UK’s Plan B if Boris Johnson had died from coronavirus is revealed

Sir Mark Sedwill reveals what happened when Prime Minister Boris Johnson needed hospital treatment for coronavirus

FILE PHOTO: Mark Sedwill, the top civil servant at Britain's Home Office leaves the Houses of Parliament after giving evidence at a Commons Home Affairs Select Committee hearing in London July 8, 2014.  REUTERS/Luke MacGregor/File Photo

The UK’s Plan B to deal with the worst case scenario when Prime Minister Boris Johnson was struck down with coronavirus has been revealed.

Many had speculated that Dominic Raab would become Prime Minister if Mr Johnson was to have died.

Sir Mark Sedwill, the outgoing Cabinet secretary and national security adviser, has now spoken about the plan, confirming that Mr Raab would have taken control of the country, which he said was approved by the Prime Minister before he went into intensive care.

In the event, Mr Raab, who as well as his role as foreign secretary is also the country’s first secretary, took control while Mr Johnson was in intensive care but handed back the reins once Mr Johnson recovered sufficiently.

British Foreign Secretary and First Secretary of State Dominic Raab arrives for a group photo during the informal meeting of EU foreign ministers in Helsinki, Finland August 29, 2019. Lehtikuva/Markku Ulander/via REUTERS      ATTENTION EDITORS - THIS IMAGE WAS PROVIDED BY A THIRD PARTY. NO THIRD PARTY SALES. NOT FOR USE BY REUTERS THIRD PARTY DISTRIBUTORS. FINLAND OUT. NO COMMERCIAL OR EDITORIAL SALES IN FINLAND.

Sir Mark explained how decisions for handing over power were reached and defended the thinking behind national lockdown orders, while speaking to Off the Record with Alistair Bunkall podcast.

Plan B was implemented about three weeks after Mr Johnson had ordered the country into lockdown on March 23, when he was admitted to London's St Thomas' Hospital for about a week and spent three days in intensive care.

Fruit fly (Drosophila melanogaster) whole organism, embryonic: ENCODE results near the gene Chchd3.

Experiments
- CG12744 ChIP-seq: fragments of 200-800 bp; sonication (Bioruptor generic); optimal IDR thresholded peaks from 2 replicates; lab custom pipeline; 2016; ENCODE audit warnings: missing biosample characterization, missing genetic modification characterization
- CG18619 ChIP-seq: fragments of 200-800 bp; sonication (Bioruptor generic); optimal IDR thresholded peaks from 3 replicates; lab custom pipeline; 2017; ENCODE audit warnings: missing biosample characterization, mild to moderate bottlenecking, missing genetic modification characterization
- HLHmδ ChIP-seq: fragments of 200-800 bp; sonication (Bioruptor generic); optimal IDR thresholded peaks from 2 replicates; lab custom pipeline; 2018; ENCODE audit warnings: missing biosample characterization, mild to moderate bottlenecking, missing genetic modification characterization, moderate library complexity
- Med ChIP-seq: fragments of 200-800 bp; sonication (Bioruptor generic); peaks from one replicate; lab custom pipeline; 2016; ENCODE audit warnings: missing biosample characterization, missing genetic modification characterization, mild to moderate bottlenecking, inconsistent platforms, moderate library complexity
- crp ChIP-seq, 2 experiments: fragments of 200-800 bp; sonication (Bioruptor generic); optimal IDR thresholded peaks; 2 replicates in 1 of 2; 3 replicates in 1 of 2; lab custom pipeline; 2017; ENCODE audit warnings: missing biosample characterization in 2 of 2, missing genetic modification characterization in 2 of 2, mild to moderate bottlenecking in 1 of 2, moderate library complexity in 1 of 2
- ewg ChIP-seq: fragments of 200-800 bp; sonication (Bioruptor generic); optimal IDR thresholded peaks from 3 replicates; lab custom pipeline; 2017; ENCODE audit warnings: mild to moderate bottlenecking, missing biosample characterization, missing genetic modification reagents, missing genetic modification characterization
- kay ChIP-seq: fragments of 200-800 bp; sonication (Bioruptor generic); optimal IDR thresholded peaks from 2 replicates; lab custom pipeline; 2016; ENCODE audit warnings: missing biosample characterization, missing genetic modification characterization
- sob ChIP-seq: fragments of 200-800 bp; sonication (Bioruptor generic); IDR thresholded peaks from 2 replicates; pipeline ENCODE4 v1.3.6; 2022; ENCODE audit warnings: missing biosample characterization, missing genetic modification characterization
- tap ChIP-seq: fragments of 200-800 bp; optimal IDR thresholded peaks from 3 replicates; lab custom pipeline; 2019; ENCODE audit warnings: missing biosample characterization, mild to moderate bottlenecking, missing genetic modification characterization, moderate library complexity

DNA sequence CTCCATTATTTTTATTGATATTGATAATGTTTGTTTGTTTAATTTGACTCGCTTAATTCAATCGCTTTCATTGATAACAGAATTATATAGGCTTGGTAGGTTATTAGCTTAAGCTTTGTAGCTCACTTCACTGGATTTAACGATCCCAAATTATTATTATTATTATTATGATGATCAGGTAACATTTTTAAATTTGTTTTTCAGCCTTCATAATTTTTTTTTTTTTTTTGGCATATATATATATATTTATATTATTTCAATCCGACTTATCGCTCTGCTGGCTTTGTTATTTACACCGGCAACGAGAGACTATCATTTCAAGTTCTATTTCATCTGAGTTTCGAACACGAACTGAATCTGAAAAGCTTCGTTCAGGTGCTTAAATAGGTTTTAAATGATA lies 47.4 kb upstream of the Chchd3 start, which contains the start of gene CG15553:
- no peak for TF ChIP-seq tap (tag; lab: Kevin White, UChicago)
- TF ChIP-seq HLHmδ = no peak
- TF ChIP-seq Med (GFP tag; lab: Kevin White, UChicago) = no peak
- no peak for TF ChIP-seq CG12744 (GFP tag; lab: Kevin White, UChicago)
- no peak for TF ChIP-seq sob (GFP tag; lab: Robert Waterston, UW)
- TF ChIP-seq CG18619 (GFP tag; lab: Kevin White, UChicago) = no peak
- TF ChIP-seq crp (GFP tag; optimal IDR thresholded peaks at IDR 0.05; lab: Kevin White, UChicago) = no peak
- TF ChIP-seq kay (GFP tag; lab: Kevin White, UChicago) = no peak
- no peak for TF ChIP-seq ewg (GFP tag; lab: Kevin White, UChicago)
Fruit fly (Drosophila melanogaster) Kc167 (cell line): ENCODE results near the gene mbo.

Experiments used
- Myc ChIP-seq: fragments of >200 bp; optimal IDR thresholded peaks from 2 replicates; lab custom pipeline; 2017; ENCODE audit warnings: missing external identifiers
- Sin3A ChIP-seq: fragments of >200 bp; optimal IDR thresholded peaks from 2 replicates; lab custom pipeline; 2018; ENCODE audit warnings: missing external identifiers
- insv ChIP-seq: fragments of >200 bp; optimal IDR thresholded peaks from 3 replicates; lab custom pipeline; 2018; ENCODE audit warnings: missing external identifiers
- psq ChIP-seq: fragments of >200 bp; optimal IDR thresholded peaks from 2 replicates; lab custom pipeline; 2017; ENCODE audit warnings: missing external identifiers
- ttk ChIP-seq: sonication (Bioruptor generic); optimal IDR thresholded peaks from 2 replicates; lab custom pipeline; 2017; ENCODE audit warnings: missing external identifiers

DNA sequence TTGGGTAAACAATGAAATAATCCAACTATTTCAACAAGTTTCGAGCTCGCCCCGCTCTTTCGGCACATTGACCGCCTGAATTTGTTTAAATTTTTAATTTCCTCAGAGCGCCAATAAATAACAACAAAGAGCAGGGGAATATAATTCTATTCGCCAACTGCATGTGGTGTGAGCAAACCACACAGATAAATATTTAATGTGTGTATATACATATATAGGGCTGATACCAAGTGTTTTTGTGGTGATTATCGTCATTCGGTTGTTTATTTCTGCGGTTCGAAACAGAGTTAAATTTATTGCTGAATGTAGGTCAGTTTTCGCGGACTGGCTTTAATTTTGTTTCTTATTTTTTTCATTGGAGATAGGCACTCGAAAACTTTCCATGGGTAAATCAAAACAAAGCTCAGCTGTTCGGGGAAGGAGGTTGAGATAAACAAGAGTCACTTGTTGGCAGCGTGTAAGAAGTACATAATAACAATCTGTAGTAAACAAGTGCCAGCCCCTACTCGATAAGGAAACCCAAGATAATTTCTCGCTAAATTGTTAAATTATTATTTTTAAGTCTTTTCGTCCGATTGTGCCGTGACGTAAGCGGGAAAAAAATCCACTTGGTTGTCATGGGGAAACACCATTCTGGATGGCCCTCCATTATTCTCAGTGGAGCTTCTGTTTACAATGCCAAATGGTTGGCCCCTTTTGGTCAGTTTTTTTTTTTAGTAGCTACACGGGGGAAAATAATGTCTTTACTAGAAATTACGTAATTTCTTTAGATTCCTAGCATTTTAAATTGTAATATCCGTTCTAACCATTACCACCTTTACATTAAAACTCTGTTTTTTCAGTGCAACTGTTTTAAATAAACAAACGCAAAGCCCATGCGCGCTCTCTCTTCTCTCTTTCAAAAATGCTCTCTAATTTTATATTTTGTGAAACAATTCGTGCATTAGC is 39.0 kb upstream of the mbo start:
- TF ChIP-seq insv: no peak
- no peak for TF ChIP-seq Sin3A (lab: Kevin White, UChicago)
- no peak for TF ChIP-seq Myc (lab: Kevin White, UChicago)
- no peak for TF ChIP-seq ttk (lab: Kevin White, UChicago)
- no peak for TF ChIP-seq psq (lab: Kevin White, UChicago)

Sir Mark was asked about the day Mr Johnson was taken to hospital: “Without wanting to be too morbid about it, there has  to be a Plan B?”

"Yes, continuity of government of course is one of the key principles of anyone's constitution, and so we did make sure we had in place the measures necessary," Sir Mark said.

"Given he was going into intensive care and needed treatment while he was there, that's why we … we talked to him about this in advance so it was on his authority, that Dominic Raab came in as first secretary of state and essentially assumed most of the responsibilities of the prime minister.

"It wasn't just, God forbid, if his condition had deteriorated, but while in intensive care it wasn't possible for him to exercise all of the functions of the premiership, particularly of course if there'd been a crisis.”

Sir Mark, while not implicitly referring to Mr Johnson’s possible death, said decisions around continuity of government relied on well established procedures.

“We have in place, particularly in national security area, well-established procedures for ensuring decisions are taken if the prime minister is indisposed or uncontactable

“I briefed the Cabinet and on the prime minister’s authority Dominic Raab as the first secretary, and he took the chair from there, until the prime minister was sufficiently recovered to do his duties.”

Other ministers and civil servants, including Sir Mark, had coronavirus symptoms during those hectic weeks, and had to work in isolation even as they prepared to order the national lockdown.

Sir Mark spoke about the sombre mood in government as ministers realised national lockdown orders would be needed to fight the virus.

“We had been talking about it for several days but that moment, the fact that the prime minister was giving the address personally, it wasn’t one of those events with experts around him.

“There was the sense that this was a really significant national moment and everyone tried to handle it that way.”

Sir Mark defended the thinking and the decisions that took place but he also said a future public inquiry will decide if they were the right decisions

The UK has about 355,000 cases and 41,675 deaths – the worst country for fatalities in Europe.

“What I can be clear about is that all of those issues were very actively discussed. Were we heading into lockdown fast enough? Were we going too fast?

“Ministers were always having to balance off the potential economic consequences, the compliance among the public and so on.

"These decisions look in hindsight sometimes more obvious than they do at the time. At the time you're dealing with incomplete information, against a virus the full nature of which was still not entirely clear, with all the best advice that you can.

"There were very active decisions in that period … What I can say is everyone thought very hard about it going into that decision."